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Lancashire council bans schools from serving pupils non-stunned halal meat

Muslim community leader tells The Independent that the vote was 'unnecessary and will be divisive' 

Chloe Farand
Friday 27 October 2017 13:09 BST
Lancashire Council passed a resolution to ban non-stunned halal meat from school meals
Lancashire Council passed a resolution to ban non-stunned halal meat from school meals (PA)

Thousands of Lancashire schoolchildren will no longer be served un-stunned halal meat for school meals after it was banned by the county council - a move branded "unnecessary and divisive" by Muslim leaders.

The resolution agreed by the council states that it "recognises and respects the Muslim community's requirements for their food to comply with their religious beliefs", but that it was "concerned that slaughtering animals without stunning them beforehand causes them unnecessary stress and suffering".

The proposal was brought by the Conservative council leader Geoff Driver, who said it is "abhorrent" and "really cruel" to slaughter animals without stunning them first.

As part of the resolution, animals will have to be stunned before they are slaughtered in order for the meat to be served in 27 schools in the county which cater for 12,000 children.

For the time being the ban will not affect chicken meat but the council said further investigation will be carried out into the stunning of poultry before slaughter.

A spokesman for Lancashire County Council said the vote came as the contract to provide non-stunned halal meat was due for renewal.

He added: "The council will now consult with the Lancashire Council of Mosques and others on how this can be implemented whilst still providing meals that comply with the Muslim community's beliefs as well as investigating the stunning of poultry before slaughter."

However, Abdul Hamid Qureshi, acting CEO of the Lancashire Council of Mosques, told The Independent that the vote was "disappointing" and warned the ban was "unnecessary and will be divisive".

Mr Qureshi said neither the Muslim nor Jewish community had been properly consulted before the resolution was proposed at council.

"This is taking away rights from the Muslim and Jewish communities which are allowed by law," he said. "This decision has been imposed on us and it will create controversies and disputes in schools when there was no problem. We are open for consultation but what would have prevented the council from doing it earlier? We should not only be looking at the animals end of life but also at the way they are treated when alive.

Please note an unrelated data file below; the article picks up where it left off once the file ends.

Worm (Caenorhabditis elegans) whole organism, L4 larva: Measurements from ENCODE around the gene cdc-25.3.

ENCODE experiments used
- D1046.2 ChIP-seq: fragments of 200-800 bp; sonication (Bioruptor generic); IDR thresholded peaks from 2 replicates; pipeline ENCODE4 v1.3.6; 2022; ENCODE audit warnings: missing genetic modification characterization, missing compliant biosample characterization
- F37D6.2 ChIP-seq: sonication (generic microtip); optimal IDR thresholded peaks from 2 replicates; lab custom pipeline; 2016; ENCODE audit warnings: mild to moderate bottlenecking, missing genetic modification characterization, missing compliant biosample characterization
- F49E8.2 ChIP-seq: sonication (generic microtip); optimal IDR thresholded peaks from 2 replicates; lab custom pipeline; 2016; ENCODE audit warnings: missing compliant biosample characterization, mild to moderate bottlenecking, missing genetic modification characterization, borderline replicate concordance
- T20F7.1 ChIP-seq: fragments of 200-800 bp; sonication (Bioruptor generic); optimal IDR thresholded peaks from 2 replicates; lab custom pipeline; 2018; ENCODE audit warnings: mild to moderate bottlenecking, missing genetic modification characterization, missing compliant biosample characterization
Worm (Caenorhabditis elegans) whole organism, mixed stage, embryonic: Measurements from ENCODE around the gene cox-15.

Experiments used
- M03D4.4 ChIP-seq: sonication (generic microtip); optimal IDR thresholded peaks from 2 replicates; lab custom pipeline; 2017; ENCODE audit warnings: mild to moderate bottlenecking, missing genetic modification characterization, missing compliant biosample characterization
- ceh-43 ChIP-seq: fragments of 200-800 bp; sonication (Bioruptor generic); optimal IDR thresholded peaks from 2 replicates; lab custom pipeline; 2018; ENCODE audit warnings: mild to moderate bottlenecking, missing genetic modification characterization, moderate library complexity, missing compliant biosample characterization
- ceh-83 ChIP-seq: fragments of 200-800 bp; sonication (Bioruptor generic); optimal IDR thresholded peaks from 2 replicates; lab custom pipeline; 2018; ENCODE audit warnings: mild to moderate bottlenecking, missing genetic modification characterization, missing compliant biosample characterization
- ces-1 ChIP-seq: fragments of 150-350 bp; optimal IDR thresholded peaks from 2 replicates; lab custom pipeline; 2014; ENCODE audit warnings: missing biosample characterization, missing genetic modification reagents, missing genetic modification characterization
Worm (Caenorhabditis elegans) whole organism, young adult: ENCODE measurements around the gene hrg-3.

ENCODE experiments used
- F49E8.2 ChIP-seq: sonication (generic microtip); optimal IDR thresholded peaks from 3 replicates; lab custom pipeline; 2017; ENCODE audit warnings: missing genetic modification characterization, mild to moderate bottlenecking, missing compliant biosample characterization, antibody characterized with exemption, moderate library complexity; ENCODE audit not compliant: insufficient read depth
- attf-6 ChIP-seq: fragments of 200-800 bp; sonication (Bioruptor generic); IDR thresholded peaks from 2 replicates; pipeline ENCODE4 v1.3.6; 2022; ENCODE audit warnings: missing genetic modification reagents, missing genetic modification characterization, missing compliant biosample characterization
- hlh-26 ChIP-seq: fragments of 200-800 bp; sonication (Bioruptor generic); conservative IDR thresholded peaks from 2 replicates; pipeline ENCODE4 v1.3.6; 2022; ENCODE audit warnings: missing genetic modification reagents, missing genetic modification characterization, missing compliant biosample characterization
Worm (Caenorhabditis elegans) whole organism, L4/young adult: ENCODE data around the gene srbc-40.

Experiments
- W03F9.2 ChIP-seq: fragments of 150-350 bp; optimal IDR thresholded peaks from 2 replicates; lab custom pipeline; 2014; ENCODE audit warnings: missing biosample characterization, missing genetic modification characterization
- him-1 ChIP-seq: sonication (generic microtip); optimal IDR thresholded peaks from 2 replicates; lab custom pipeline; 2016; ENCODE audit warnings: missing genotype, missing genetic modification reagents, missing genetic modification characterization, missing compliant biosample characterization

He added: "If the consultation phase on how the ban will be implemented goes wrong then some Muslim children will not be able to eat school meals anymore because some Muslims believe that only un-stunned meat is the right meat. People should be able to live their lives according to their believes and that liberty is allowed by law."

During the could debate, Mr Driver insisted that the vote was about animal welfare and refuted the idea this was driven by anti-semitism or islamophobia.

A report to the council's cabinet last month acknowledged that "there is currently no demand for stunned halal meat from any school within the authority's catering service".

It also noted that there is a risk schools may seek alternative providers that may not be accredited suppliers of halal meat.

Halal which in Arabic means "permissible" defines meat which has been slaughtered and prepared according to Islamic law.

Among the criteria for the meat to be halal, the animal must be alive when it is slaughtered.

Under UK law, farm animals are to be stunned before slaughter but there are religious exemption for Jews and Muslims.

Halal accreditation agencies are responsible to ensure companies producing halal meat meet the criteria for the appellation but there are no single UK standards for halal meat.

The Halal Food Authority has decreed that stunning cannot be used to kill an animal but it can be used if an animal survives and is then killed by halal methods.

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